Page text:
• Stephen Drew said he had no idea he and his brother J.D. had become just the eighth set of siblings to each have 100 home runs in the big leagues. “That’s pretty neat,” Drew said. “I haven’t really looked into the stats much, like all the history stats unless it comes up like the big ones. Other than that, just it’s pretty special just to get that and have that is pretty unique. Playing this game, you never know if you’ll get even 50, so getting 100 is an accomplishment in itself.”
• Yankees announced today that LHP Matt Tracy was claimed off waivers by the Marlins. Also, RHP Joel De La Cruz was outrighted off the Major League roster and onto the roster of Triple-A Scranton/Wilkes-Barre.
• Rodriguez found it hilarious today that people on Twitter have been asking about the white stuff on his batting helmet. He through the writers were kidding him when it was brought up, then he couldn’t stop laughing at the idea that anyone would notice (it’s hard to miss, actually) or care about the state of his helmet. “It’s just rosin,” Rodriguez said, laughing. “Good stuff. The rosin bag. You actually get that on Twitter? I thought you were kidding. I can’t imagine.”
Associated Press photos
Maybe the situation will be different in a week, but right now, Alex Rodriguez is the Yankees best player.
It’s not even close, really. Andrew Miller and Chris Young have been excellent in their roles, Jacoby Ellsbury has done a nice job getting on base, and Mark Teixeira’s hit for some power. But 10 games into the season, this is A-Rod’s team.
“Obviously you don’t want to rely on one guy,” Joe Girardi said. “You want to rely on 13 guys and everyone to help out. Sometimes it takes guys a while to get going, but he’s been really, really good.”
He’s been so good that, despite yesterday’s pregame insistence that Girardi won’t make too much of these small-sample-size results, and that he likes having Rodriguez lengthen the lineup by hitting in the bottom half of the order, it’s hard not to wonder if we might see Rodriguez moved into regular appearances in the middle of the lineup.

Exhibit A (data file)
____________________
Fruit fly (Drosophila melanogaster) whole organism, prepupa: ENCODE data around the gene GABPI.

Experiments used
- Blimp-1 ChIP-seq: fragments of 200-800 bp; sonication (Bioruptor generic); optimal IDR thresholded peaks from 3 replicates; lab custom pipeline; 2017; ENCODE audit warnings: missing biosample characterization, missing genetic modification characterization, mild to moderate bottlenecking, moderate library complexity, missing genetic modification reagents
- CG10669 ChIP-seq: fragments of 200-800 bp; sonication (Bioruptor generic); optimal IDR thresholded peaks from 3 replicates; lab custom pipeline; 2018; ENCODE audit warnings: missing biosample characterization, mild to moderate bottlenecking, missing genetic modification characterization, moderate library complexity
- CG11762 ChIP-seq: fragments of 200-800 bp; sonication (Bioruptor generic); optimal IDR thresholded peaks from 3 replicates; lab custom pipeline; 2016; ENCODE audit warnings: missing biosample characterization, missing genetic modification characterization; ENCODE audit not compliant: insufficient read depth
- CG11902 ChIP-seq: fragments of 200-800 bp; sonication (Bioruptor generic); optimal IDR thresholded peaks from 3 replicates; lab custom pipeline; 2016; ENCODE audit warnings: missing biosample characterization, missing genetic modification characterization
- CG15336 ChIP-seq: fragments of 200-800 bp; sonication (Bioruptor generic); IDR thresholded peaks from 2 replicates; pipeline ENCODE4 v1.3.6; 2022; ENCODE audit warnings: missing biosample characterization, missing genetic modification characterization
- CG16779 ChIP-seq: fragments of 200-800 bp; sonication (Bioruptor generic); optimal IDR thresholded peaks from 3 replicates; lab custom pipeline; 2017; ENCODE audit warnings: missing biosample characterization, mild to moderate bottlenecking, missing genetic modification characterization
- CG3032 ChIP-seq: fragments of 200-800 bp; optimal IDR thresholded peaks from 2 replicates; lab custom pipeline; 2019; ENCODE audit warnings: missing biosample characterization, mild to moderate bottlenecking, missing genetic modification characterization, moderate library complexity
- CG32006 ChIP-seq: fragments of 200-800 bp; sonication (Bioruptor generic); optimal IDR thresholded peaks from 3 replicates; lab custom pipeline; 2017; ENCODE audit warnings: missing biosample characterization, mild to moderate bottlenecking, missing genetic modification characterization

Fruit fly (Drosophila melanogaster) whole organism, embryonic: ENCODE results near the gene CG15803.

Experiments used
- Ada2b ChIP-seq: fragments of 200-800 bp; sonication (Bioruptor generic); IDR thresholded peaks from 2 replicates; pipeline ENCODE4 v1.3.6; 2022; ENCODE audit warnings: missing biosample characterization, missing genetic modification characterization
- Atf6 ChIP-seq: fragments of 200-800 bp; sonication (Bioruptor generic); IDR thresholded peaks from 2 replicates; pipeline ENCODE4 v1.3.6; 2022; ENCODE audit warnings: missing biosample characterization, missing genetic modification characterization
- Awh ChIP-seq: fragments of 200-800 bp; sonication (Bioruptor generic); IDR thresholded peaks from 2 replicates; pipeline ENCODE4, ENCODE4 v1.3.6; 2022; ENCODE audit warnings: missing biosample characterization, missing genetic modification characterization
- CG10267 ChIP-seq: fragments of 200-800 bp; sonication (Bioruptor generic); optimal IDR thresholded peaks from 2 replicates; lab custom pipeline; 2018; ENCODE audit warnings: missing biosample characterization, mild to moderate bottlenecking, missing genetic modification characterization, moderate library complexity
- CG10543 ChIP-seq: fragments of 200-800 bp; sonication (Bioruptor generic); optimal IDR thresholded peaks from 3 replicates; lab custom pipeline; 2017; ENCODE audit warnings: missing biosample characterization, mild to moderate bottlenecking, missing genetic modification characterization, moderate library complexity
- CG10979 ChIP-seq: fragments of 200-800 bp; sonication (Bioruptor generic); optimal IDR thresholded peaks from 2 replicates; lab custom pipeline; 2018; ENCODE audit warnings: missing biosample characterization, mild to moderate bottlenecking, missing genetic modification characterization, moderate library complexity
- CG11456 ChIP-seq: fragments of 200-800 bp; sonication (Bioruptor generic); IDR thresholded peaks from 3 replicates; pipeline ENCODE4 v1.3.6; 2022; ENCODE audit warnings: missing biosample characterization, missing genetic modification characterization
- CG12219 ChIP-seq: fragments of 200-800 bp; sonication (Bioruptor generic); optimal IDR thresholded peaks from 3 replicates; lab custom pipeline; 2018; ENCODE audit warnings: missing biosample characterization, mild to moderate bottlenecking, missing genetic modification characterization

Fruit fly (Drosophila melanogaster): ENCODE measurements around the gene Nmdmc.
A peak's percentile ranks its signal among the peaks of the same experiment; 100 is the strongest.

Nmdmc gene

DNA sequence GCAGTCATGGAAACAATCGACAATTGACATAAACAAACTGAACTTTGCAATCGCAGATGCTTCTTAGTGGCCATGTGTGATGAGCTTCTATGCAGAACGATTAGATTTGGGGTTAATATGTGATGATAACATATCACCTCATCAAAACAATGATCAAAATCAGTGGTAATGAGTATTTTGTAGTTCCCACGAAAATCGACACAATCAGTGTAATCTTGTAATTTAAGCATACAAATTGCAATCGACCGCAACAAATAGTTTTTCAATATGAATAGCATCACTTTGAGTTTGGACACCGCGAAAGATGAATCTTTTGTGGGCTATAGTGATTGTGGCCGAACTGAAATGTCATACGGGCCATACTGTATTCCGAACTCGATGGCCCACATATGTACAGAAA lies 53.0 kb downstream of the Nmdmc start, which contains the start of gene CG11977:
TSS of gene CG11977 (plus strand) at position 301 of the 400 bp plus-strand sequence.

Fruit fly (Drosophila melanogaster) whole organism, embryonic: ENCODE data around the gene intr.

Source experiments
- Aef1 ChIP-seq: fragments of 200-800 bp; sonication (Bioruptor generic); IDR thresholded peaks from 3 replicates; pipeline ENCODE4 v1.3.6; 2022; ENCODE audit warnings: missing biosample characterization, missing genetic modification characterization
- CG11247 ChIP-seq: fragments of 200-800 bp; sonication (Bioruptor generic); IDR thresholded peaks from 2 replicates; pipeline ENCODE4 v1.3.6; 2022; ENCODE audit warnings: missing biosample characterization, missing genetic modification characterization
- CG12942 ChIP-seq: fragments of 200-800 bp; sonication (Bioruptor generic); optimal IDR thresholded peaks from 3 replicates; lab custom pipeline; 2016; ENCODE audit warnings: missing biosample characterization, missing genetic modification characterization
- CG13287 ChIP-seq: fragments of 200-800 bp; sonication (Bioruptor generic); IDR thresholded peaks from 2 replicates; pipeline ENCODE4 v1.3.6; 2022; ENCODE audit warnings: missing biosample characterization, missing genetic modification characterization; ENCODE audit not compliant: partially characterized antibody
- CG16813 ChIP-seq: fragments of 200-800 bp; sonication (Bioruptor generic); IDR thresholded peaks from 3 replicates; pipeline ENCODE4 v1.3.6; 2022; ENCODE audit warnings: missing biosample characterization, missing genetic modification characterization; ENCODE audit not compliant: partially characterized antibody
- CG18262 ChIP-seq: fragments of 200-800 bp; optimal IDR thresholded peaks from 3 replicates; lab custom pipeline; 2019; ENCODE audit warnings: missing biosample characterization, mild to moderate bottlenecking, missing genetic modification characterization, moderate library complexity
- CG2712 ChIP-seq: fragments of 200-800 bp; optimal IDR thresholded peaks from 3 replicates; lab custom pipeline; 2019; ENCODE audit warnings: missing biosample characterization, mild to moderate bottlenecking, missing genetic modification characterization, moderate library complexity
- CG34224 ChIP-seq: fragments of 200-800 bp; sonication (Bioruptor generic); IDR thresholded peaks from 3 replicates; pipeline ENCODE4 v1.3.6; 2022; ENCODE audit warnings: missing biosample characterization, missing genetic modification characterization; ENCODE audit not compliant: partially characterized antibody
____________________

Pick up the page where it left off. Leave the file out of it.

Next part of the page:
It’s nice to have a right-handed bat to break up some lefties, but it’s also nice to have the team’s leading hitter getting more at-bats and more RBI opportunities.
“I don’t hesitate to believe that he’s going to continue to do it,” Girardi said pregame. “But you try to strategically do it where you can separate left-handers and that sort of thing as much as you can. I’ve hit him second, I’ve hit him third; I just stuck with the lineup the way it was (Wednesday) and we’ll go from there.”
Actually, Rodriguez has hit in every spot except first, eighth and ninth. He’s been kept out of the starting lineup only once, and even then he got a pinch hit at-bat.
Ten games into the season, the difficult thing isn’t keeping Rodriguez in the lineup. It’s picking the right times to keep him out of it.
“I’ll try to pick my spots for him,” Girardi said. “I know I have to. He’s pretty good about communicating with me too, about when his legs are heavy, and he needs to continue to do that. … I didn’t know what exactly we were going to get or how much we could play him when we got him back. As I’ve said all along about Alex, one thing he does is he works and he’s very mechanically sound, and it’s paying off.”
Associated Press photo
Alex Rodriguez hit the first home run so far, and he hit the second one so hard, that this was already his best night of the year even before the at-bat that actually won the game. To cap the night, Rodriguez put together a seven-pitch at-bat against Kevin Jepsen, a pitcher against whom he was 0-for-8 in his career. He gave Brett Gardner time to steal, fouled off a 3-2 pitch, then lifted a low curveball into center field.
His teammates were 2-for-26. Rodriguez was 3-for-4 with four RBI.
“Without Alex, we’re going to lose that ballgame,” Joe Girardi said.